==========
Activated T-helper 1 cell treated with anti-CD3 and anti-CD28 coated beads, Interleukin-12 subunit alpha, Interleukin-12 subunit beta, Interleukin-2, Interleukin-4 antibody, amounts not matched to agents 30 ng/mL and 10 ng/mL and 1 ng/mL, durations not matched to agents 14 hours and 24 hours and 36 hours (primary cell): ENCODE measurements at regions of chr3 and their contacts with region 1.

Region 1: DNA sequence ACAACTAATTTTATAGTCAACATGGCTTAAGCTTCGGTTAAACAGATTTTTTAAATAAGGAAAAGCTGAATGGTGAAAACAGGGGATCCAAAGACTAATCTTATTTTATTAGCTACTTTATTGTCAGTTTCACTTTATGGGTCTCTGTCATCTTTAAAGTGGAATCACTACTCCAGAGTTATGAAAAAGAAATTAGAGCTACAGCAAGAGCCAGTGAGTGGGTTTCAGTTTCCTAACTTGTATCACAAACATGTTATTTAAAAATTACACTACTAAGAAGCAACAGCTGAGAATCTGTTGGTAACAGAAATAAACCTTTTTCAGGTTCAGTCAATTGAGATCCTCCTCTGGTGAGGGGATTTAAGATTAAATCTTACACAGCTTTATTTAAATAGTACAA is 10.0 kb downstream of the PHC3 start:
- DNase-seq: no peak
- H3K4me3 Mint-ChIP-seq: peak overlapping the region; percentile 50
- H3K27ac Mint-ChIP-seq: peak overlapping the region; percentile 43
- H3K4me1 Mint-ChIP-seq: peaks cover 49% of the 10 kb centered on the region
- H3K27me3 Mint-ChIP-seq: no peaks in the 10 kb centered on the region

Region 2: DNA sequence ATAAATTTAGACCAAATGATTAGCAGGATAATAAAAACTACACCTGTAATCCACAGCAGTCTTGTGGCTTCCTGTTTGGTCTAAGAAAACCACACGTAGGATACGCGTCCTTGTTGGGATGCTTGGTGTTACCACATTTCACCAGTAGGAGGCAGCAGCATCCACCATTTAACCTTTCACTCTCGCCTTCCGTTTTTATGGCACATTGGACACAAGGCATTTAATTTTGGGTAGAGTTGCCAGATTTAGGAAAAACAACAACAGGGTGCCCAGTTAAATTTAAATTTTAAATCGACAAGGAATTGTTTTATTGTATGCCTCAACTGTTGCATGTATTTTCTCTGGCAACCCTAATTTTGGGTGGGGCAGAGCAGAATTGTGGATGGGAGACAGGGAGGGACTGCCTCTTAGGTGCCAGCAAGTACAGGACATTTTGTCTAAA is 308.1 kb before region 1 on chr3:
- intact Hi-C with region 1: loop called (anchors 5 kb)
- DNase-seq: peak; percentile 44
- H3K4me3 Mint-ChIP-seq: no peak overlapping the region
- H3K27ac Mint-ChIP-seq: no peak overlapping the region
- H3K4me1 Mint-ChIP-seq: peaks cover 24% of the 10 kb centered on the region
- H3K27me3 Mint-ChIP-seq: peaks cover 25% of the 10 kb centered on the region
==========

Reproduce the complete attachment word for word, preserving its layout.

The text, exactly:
Activated T-helper 1 cell treated with anti-CD3 and anti-CD28 coated beads, Interleukin-12 subunit alpha, Interleukin-12 subunit beta, Interleukin-2, Interleukin-4 antibody, amounts not matched to agents 30 ng/mL and 10 ng/mL and 1 ng/mL, durations not matched to agents 14 hours and 24 hours and 36 hours (primary cell): ENCODE measurements at regions of chr3 and their contacts with region 1.

Region 1: DNA sequence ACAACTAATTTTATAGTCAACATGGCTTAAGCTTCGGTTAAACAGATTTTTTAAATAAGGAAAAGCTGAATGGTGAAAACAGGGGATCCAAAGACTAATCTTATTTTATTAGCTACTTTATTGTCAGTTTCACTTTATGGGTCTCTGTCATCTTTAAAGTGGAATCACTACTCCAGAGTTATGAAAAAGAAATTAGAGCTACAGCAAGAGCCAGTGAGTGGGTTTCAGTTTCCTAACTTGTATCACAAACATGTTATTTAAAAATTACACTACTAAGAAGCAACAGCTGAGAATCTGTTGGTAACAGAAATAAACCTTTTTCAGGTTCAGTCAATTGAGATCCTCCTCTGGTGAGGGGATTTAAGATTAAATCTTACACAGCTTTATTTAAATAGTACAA is 10.0 kb downstream of the PHC3 start:
- DNase-seq: no peak
- H3K4me3 Mint-ChIP-seq: peak overlapping the region; percentile 50
- H3K27ac Mint-ChIP-seq: peak overlapping the region; percentile 43
- H3K4me1 Mint-ChIP-seq: peaks cover 49% of the 10 kb centered on the region
- H3K27me3 Mint-ChIP-seq: no peaks in the 10 kb centered on the region

Region 2: DNA sequence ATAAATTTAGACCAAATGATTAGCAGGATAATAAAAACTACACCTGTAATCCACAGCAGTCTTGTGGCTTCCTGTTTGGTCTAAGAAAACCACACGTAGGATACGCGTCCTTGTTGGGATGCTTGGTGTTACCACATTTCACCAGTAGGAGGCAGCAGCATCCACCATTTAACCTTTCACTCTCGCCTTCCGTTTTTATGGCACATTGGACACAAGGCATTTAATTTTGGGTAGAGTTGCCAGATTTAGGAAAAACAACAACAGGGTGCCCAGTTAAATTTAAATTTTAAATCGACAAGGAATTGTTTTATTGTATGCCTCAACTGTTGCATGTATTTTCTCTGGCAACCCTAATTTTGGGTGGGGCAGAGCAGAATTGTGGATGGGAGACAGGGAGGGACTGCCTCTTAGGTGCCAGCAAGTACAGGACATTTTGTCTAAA is 308.1 kb before region 1 on chr3:
- intact Hi-C with region 1: loop called (anchors 5 kb)
- DNase-seq: peak; percentile 44
- H3K4me3 Mint-ChIP-seq: no peak overlapping the region
- H3K27ac Mint-ChIP-seq: no peak overlapping the region
- H3K4me1 Mint-ChIP-seq: peaks cover 24% of the 10 kb centered on the region
- H3K27me3 Mint-ChIP-seq: peaks cover 25% of the 10 kb centered on the region